Updated at 4:51 p.m.
Back in 2018, as supporters of a $15-an-hour state minimum wage prepared to place the measure before voters as a ballot question, Gov. Charlie Baker signed a bill known as the “Grand Bargain” into law. It raised the non-tipped minimum wage from $11 to $15 over five years and created a paid family and sick leave program, while also establishing a permanent sales tax holiday and phasing out so-called premium pay for Sundays and legal holidays.
Now, the same advocates who spearheaded that minimum wage push seem to be girding for another.
On Tuesday, Raise Up Massachusetts, a progressive coalition of labor, community and faith-based organizations, released a statement that celebrated the minimum wage finally reaching $15 as of Jan. 1, 2023 — but simultaneously described that new rate as inadequate.
“Despite the progress we’ve made, the minimum wage is still insufficient to meet the needs of working families, especially amid rising inflation,” Beth Kontos, the president of AFT Massachusetts, said in the statement.
So is another push for yet another minimum wage hike in the offing?
“Raise Up Mass. is certainly taking a serious look at it,” said Steve Crawford, a spokesperson for the group, calling it “perverse” that the benefits of the state’s beefed-up minimum wage have been undercut by inflation.
If a campaign for another hike is launched in the new year, Crawford said, it’s not clear if it will focus on action from the Legislature or on placing a ballot question before voters in 2024.
“There’s value in either track, but we just haven’t gotten that far in the decision making,” he said.
In November, Raise Up Massachsuetts won a major victory when voters approved Ballot Question 1, the so-called "Millionaires Tax" or "Fair Share Amendment," which creates a new surtax on the portion of incomes over $1 million.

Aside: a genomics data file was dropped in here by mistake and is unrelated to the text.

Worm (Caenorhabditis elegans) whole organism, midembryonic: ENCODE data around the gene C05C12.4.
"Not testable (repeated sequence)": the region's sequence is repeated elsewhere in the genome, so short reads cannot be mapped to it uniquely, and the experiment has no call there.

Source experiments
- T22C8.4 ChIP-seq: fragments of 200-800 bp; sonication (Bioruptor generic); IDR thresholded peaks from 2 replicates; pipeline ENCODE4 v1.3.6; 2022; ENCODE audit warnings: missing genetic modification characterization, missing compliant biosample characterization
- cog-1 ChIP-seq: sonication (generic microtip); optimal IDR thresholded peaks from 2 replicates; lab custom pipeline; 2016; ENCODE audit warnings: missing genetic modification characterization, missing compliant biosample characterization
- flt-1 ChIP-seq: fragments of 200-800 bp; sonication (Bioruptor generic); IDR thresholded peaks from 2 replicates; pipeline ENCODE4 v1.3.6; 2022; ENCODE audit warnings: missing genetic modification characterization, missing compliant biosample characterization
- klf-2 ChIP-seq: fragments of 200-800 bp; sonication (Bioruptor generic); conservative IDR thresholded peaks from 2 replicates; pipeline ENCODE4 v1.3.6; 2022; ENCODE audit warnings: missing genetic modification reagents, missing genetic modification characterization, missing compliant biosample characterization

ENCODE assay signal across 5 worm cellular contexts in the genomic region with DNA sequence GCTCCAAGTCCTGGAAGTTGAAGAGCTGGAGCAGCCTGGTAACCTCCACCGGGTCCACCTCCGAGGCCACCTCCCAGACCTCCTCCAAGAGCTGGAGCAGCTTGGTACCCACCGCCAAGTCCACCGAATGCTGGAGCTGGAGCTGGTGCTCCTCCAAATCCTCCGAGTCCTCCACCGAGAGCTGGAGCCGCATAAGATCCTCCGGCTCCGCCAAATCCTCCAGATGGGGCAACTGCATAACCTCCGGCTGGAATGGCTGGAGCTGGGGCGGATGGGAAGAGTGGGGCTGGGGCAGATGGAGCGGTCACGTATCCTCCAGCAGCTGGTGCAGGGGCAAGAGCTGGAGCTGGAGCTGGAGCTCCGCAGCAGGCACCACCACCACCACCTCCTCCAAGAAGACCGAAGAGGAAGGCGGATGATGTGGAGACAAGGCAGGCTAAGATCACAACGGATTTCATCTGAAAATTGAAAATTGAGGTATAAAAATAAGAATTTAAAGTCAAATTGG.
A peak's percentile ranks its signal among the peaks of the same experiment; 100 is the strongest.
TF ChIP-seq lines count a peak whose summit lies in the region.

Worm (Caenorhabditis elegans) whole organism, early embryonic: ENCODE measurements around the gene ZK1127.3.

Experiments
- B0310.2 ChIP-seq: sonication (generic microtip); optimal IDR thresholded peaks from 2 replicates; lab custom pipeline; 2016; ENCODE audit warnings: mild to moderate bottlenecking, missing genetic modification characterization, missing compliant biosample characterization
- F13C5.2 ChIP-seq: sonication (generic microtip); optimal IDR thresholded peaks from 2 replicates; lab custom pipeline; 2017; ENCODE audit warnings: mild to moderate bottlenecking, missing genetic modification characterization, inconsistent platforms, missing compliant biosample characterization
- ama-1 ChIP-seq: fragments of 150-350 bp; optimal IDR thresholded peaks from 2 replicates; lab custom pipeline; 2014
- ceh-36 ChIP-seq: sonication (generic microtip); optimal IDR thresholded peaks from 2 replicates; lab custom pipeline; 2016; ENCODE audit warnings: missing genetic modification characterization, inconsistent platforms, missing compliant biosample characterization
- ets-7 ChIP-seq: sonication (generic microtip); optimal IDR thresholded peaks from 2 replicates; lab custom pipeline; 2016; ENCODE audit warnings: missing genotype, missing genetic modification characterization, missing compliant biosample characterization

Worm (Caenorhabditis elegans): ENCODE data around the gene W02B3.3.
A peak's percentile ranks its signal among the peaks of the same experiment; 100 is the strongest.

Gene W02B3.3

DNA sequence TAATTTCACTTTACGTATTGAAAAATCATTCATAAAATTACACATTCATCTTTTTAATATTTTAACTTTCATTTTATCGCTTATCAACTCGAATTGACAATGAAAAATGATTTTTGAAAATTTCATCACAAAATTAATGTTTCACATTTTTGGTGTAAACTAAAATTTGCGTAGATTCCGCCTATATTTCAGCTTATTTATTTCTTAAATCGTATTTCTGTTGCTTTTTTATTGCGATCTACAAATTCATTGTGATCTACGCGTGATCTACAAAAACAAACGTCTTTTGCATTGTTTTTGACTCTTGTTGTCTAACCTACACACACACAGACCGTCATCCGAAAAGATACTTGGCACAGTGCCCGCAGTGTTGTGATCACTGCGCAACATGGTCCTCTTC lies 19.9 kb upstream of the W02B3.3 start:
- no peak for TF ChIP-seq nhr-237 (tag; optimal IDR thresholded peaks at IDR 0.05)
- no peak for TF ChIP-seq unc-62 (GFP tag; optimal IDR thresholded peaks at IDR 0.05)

In theory, the state minimum wage’s soon-to-be-completed increase to $15 an hour — among the highest in the country — is a boon for low-wage workers in Massachusetts, where the cost of housing and overall cost of living can be prohibitively high.
Nationally, however, inflation means that one dollar today buys significantly less than it did when Massachusetts’ most recent minimum wage hike was signed into law. According to the federal Bureau of Labor Statistics, it took nearly $18 in November 2022 to buy what $15 bought in June 2018.
If an organized push for another Massachusetts hike commences, it’s likely to be opposed by the same business groups that voiced skepticism the last time around. That includes the Retailers Association of Massachusetts, whose president, Jon Hurst, said many businesses are already paying above the minimum wage for entry-level workers.
“I think inflation is taking care of the issue of minimum wage mandates,” Hurst said. “The reality is, you would be hard pressed to find a whole lot … of employers that will be starting, on Jan. 1, anyone at just $15, with the exception of perhaps a teenager."
For many employers, Hurst added, “Profitability has totally evaporated. Their costs of operations have risen substantially. … Early 2023 could indeed be a very challenging time. We may indeed be entering a period of recession, where we will see some jobs eliminated and a lot of small businesses close their doors.”
Another minimum wage increase would test the new dynamics on Beacon Hill, where Democrat Maura Healey is poised to replace Republican Charlie Baker as governor and where House Speaker Ron Mariano has displayed more progressive instincts than his predecessors.
On Wednesday, Karissa Hand, a spokesperson for Healey, suggested in a statement to GBH News that the governor-elect is open to changing the minimum wage status quo.
"Governor-elect Healey is a strong supporter of paying workers a fair wage and believes the state minimum wage should be adjusted over time to keep up with the cost of living,” Hand said in an email. “She will review any legislation that reaches her desk."
Mariano was more measured, saying via a spokesperson: “If a bill is filed next session that proposes an increase to the commonwealth’s minimum wage, the House will review it through the formal legislative process.”
A spokesperson for Senate President Karen Spilka said she would review any relevant legislation that comes before that chamber, adding: "She has long supported both workers and employers and is committed to making sure Massachusetts is a thriving place to live and work.”
This story was updated to include comment from Karen Spilka's office.